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Many of the heads of the main companies and investment funds on the planet participate in the Davos forum. Also from fossil fuel companies, who no longer dare to publicly deny the climate crisis but employ other tactics of Whitening green image or greenwashing. “More and more companies [de este y otros sectores] they are assuming net zero emission commitments”, recalled Guterres. “But benchmarks and criteria are often dubious or murky,” he added. “This misleads consumers, investors and regulators with false narratives. It feeds a culture of misinformation and climate confusion and leaves the door wide open to greenwashing”.
The head of the UN has asked the heads of multinationals to present “credible and transparent” transition plans and that they are based on “real emission cuts” and not on offsets. Just over a year ago, Guterres announced the creation of a working group to address the problem of greenwashing and during the last climate summit in Egypt these experts presented a document with a series of guidelines. And the main one for the climate plans of companies and other actors such as municipalities to be credible is that they cannot increase the extraction of oil, gas and coal. “There is no room for new investments in the supply of fossil fuels and it is necessary to dismantle and write off existing assets,” the experts’ document states.
One of the most widely used tactics is to set “net zero emissions” targets, that is, offsetting the gases that are expelled with apparent natural sinks for carbon dioxide (for example, forests). But UN experts make it clear that such offsets have to be the last of the solutions and only apply for emissions that are virtually impossible to eliminate, not as the main measure of a company’s climate plan. In addition, they recall that there must be a change in the remuneration policy of fossil fuel companies, which continue to link part of the incentives to increased production.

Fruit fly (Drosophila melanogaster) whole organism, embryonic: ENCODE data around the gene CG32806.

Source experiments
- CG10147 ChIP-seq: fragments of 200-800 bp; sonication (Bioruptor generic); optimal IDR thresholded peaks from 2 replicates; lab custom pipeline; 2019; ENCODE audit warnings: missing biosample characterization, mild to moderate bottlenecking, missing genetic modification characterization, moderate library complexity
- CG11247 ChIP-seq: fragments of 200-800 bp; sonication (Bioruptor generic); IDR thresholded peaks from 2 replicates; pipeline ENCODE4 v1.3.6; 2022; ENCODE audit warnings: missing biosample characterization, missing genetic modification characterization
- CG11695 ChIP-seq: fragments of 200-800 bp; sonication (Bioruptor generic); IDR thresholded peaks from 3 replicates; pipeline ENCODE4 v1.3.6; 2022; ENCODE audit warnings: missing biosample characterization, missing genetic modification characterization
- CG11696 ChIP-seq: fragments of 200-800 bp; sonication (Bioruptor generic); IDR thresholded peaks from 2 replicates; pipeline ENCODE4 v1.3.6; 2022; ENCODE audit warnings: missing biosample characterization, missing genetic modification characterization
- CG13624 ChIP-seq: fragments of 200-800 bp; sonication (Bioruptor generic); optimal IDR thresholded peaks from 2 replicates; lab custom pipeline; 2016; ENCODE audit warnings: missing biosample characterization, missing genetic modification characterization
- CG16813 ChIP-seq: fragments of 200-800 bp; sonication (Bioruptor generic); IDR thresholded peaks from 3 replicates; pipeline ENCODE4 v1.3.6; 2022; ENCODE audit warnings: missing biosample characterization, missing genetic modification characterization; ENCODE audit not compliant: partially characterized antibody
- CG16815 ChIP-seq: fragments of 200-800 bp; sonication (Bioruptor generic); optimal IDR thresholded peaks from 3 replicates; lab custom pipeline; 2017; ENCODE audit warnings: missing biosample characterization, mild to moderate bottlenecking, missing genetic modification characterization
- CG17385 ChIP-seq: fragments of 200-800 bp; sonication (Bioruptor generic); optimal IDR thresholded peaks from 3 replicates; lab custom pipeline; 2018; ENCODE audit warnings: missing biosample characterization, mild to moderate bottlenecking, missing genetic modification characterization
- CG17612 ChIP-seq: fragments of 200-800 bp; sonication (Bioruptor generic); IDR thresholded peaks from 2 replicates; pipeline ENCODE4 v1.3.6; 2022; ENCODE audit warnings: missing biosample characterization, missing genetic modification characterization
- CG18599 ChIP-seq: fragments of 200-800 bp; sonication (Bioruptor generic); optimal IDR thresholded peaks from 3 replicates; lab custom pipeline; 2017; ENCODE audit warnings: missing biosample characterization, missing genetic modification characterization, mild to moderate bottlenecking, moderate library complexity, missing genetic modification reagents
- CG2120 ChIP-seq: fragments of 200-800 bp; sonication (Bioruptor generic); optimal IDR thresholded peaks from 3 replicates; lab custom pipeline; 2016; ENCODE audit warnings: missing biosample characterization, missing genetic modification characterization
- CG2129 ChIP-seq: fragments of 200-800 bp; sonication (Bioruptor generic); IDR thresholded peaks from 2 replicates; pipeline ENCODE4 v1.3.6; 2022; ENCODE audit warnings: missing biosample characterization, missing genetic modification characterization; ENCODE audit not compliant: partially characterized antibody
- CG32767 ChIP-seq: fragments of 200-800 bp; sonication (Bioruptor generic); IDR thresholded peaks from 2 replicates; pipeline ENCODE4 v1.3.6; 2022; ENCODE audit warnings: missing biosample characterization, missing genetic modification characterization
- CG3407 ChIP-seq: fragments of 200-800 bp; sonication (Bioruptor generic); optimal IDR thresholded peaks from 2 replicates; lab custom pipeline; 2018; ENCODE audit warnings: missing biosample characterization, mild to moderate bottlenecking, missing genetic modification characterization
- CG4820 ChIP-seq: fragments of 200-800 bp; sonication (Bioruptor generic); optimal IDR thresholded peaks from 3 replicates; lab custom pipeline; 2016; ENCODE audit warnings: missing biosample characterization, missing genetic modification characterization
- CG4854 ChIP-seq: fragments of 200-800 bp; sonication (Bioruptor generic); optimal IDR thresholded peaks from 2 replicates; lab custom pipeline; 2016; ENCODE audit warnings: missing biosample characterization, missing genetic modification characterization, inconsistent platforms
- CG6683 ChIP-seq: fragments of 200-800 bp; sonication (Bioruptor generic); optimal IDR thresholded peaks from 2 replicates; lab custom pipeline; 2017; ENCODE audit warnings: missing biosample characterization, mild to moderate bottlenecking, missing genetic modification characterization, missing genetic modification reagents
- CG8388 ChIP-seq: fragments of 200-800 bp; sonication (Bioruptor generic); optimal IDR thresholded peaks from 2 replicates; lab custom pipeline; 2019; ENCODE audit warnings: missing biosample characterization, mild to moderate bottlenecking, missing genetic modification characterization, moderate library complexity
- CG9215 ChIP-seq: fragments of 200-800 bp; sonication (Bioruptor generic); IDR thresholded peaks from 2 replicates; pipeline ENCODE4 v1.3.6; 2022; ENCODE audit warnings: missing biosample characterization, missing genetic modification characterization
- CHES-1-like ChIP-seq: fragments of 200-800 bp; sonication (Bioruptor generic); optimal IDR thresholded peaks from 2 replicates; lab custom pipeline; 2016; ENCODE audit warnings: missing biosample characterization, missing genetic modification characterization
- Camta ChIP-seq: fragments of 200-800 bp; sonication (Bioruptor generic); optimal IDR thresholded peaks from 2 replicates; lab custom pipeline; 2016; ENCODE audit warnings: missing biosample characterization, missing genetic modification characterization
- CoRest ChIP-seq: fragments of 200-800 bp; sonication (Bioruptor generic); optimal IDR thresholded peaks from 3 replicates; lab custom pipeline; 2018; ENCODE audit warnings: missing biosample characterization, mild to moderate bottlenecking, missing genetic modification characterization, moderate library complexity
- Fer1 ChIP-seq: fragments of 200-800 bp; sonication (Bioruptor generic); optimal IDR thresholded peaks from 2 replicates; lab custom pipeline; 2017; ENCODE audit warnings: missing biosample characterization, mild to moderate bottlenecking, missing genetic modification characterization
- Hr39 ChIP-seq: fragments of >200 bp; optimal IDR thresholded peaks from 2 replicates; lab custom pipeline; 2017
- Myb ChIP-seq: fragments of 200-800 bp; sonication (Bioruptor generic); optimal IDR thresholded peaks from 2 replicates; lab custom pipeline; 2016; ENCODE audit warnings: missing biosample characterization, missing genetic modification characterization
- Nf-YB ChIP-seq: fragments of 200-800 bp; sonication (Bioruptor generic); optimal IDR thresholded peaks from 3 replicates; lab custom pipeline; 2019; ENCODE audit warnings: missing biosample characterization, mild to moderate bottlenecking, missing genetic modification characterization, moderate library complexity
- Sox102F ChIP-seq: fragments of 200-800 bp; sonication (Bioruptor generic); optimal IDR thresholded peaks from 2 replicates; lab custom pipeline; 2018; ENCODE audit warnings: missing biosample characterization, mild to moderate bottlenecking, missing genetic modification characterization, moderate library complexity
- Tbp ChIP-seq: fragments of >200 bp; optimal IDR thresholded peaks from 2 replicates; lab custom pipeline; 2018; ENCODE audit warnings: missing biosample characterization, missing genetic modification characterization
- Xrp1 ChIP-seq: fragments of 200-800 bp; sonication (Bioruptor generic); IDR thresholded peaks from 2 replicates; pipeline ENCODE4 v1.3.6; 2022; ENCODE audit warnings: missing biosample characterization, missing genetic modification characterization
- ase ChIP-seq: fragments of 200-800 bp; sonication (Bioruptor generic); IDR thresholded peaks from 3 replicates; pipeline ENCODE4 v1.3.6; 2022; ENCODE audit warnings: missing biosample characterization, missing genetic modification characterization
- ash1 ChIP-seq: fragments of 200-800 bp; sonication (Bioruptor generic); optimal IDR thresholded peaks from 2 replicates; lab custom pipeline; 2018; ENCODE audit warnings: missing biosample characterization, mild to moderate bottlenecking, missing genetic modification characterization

Controversial climate summit of 2023
Guterres’s words also come when the controversy over the appointment of Sultan Ahmed Al Jaber as future president of the climate summit that will be held from November 30 of this year in Dubai, COP28, is still hot. In addition to being the Minister of Industry of the United Arab Emirates, Al Jaber is the head of the public oil company ADNOC. His appointment has provoked criticism from many environmental groups, which warn of the pressures of the lobby of fossil fuels to prevent faster progress in the fight against climate change.
“The nomination of Sultan Ahmed Al Jaber is a clear example of the fox watching the chicken coop,” summed up Tzeporah Berman, activist and president of the initiative to approve an international treaty for the non-proliferation of fossil fuels. “Oil and gas companies are not going to engineer their own demise,” she added. For its part, CAN Europe —an association that brings together hundreds of environmental NGOs— has asked that Al Jaber, who is also his country’s special envoy for climate change and has been participating in the COP for years, resign from his position in the national oil company
Asked about this controversy, the communication office of António Guterres has not wanted to make statements to EL PAÍS and has referred to the words spoken by Stephane Dujarric, spokesman for the UN secretariat, when last week he was questioned about this matter in a Press conference. Dujarric recalled that the proposal to chair the summit corresponds to the host country, and that the UN in general and the climate change department in particular “have absolutely no participation” in that process. This spokesperson then recalled that Guterres’s position is clear: “There is no way to avoid such a climate catastrophe without ending our addiction to fossil fuels.”
But in recent days, voices of support for Al Jaber have also emerged, such as that of John Kerry, who has publicly congratulated him on Twitter and recalled that he is “an experienced diplomat and businessman.” The American has also stressed that, in addition to being the head of the Emirates public oil company, he is also the president of Masdar, an equally state-owned company dedicated only to renewable energy.